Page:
Can CX Practices Help Solve the Maze of Complicated Procurement Ecosystems?
Updated: Aug 12, 2021
Suppliers play a vital role in creating experiences for citizens and customers of U.S. federal government agencies.
Yet, the government buyer-seller ecosystem is known to be downright nasty terrain. Complicated acquisition systems, regulations, and policies come with navigating that scene.
That reality can send potentially great suppliers running in another direction, choosing to work instead with organizations where workflows are simpler and decisions are relationship-oriented, not compliance-driven.
A great supplier running in another direction doesn't really help the government's cause. It usually isn't the right scenario for eventual citizen and customer experiences. Some U.S. government leaders are seeing it clearly. Now, government procurement leaders are turning to customer experience practices as a way to work toward change.
If the U.S. government can push CX practices into the procurement ecosystem, then why not regular companies?
CX Practices Are Already at Work in the Procurement Ecosystem
Customer experience practices like feedback collection, journey mapping, governance, and human-centered design have been emerging across the federal government for several years. It only makes sense that the government buyer-seller ecosystem would eventually surface as a big pain point, and that CX practices would find a place in helping to improve things.
The U.S. General Services Administration, a government agency, has been working in this newer territory of CX as part of their Federal Marketplace Strategy (FMS). The intention of FMS is to simplify the buying and selling experience for suppliers and acquisition professionals.
Lora Allen of GSA noted in a recent virtual government CX conference that GSA is moving from measuring and mapping experiences throughout the purchasing ecosystem to using “feedback and human-centered design thinking to really add value to that experience.”
“Think about everything government buys and what industry sells—from laptops to cloud services, pencils, fire trucks, PPE equipment,” Allen said. The ecosystem is like a maze, and the result is usually an inconsistent buying and selling experience.
GSA wants to smooth those waters. People-centric processes are part of the FMS, as are reduced barriers for qualified suppliers, and moving government employees toward higher-value work.
Moving CX to the Bigger Picture: The Frictionless Acquisition President's Management Agenda Goal
Recently, CX concepts got an even bigger spotlight in U.S. government procurement.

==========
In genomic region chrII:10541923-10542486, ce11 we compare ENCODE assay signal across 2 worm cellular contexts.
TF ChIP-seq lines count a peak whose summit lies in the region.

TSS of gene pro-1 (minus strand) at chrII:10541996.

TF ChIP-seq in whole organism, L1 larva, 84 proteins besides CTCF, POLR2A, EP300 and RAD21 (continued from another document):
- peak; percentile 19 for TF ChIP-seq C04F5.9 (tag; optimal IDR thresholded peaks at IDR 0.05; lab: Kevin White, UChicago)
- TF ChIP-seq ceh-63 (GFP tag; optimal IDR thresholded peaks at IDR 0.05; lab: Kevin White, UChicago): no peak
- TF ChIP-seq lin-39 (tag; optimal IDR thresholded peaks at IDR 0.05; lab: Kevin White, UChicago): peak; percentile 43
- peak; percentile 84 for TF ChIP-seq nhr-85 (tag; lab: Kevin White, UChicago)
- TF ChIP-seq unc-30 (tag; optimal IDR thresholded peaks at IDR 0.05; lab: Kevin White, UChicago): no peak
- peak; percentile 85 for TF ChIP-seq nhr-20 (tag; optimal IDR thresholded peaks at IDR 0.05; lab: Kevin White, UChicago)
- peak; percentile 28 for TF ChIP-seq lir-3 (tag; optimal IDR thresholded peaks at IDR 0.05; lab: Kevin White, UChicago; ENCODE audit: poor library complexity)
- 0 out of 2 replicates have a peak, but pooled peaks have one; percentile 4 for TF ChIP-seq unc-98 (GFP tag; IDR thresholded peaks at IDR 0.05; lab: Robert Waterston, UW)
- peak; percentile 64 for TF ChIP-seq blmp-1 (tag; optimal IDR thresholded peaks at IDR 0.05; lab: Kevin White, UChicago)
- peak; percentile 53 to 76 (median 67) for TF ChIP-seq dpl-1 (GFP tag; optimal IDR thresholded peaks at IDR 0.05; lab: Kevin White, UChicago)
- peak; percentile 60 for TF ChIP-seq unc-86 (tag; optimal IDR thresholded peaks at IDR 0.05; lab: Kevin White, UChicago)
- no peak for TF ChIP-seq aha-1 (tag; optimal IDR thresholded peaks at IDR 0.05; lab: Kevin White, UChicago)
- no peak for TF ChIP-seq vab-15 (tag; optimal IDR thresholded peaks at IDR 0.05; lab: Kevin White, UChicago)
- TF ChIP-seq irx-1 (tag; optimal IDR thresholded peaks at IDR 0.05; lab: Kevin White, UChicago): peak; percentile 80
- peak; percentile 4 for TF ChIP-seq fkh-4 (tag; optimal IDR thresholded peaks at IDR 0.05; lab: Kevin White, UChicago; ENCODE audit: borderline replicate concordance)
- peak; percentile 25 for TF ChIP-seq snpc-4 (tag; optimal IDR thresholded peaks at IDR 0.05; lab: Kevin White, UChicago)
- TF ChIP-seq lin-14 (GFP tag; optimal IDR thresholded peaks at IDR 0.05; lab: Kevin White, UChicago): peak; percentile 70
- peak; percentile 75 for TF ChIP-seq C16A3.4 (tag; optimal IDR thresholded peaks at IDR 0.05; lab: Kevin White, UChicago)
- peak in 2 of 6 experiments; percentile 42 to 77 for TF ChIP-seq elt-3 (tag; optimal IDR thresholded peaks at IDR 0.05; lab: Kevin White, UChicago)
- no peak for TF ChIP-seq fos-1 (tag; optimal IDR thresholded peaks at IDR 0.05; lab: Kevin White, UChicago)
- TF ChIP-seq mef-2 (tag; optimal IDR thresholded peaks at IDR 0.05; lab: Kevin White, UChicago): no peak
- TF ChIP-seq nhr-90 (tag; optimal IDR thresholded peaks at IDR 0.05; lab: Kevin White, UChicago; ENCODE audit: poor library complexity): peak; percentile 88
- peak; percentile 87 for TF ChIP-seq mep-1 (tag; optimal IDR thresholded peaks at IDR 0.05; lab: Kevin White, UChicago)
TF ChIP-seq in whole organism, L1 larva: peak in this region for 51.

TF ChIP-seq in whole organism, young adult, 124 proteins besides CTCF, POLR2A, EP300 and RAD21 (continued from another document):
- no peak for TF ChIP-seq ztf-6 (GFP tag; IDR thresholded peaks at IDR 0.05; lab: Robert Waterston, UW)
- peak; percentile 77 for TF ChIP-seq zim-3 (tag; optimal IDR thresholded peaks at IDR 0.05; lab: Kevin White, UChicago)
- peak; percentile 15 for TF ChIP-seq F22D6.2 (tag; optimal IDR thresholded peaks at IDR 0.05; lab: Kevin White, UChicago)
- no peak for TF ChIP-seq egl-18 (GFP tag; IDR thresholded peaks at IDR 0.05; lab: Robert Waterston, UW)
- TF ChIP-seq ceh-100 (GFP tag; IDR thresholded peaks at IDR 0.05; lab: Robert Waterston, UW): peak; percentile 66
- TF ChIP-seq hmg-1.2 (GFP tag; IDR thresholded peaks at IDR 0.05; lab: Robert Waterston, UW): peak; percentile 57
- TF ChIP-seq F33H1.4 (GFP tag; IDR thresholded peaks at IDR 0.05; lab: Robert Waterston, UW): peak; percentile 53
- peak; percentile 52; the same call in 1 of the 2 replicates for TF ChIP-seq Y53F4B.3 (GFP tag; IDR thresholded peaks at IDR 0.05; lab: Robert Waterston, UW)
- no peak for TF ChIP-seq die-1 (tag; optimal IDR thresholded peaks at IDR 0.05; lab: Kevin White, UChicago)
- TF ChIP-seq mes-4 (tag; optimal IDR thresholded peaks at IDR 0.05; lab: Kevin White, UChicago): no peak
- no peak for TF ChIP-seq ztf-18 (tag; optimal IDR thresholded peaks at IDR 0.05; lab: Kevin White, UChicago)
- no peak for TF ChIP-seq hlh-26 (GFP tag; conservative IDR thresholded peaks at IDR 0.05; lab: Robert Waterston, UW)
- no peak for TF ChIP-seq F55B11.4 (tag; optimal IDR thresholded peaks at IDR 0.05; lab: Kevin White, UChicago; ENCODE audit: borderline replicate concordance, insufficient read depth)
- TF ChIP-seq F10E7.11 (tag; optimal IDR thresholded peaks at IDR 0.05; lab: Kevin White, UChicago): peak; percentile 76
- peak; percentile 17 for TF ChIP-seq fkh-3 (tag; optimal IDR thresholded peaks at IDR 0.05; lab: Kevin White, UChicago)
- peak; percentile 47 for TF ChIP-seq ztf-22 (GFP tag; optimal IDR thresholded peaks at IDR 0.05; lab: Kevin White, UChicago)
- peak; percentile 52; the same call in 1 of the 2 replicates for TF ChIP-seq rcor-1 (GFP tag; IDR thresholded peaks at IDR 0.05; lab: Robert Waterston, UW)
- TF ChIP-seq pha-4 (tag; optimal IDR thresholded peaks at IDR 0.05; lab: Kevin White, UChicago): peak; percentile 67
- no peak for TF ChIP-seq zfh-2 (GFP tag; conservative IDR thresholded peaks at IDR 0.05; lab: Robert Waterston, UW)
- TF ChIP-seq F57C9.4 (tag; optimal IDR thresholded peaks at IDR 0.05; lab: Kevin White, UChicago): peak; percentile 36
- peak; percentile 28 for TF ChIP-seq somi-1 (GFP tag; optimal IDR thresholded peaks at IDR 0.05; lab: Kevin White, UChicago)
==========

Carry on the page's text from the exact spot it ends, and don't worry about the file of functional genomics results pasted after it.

The newly refreshed “Frictionless Acquisition” Presidential Management Agenda (PMA) priority goal signals that CX concepts have a bigger role to play across government. Here are some highlights from the most recent action plan:
Culture change. Shift thinking toward who matters in the government buyer-seller relationship. It is neither the agency buyer nor the vendor. It is citizens and customers of government.
Vendors are referred to as partners. Business relationships are referred to as trust-based partnerships, similar to the private sector.
Metrics. Timeliness targets and performance measures will become more important.
Employee experience. Formal program management skills will be developed for government acquisition employees, in harmony with PMIAA law.
Feedback. Feedback is a mainstay. Examples include crowdsourcing input on agency procurement policies, gathering feedback from vendors about their experiences working with agencies, and from acquisition employees.
There are plenty of skeptics in the ecosystem who believe the acquisition terrain will never change. But let's be fair. All big goals take time to accomplish. You have to start somewhere. Patience and tenacity are must-haves. It's important to be part of the solution in government.
Rough Ecosystems Aren't Exclusive to Government
Also to be fair, government agencies aren’t the only ones that present vendors with a confusing maze of paperwork and rules. Major private sector companies operate in much the same way.
The difference is government is working on the problem. They are using CX practices to clear away roadblocks in the ecosystem with improved citizen experiences as the intended end goal. They're publishing their goals and progress reports. In doing so, they are holding their own feet to the fire.
If government agencies can push CX concepts and principles into the procurement ecosystem, then why not regular companies?
I'm always interested in comparing notes. Do you think GSA's Federal Marketplace Strategy and the PMA "Frictionless Acquisition" goal can have a positive, eventual impact on citizens and customers of government? Feel free to leave a comment.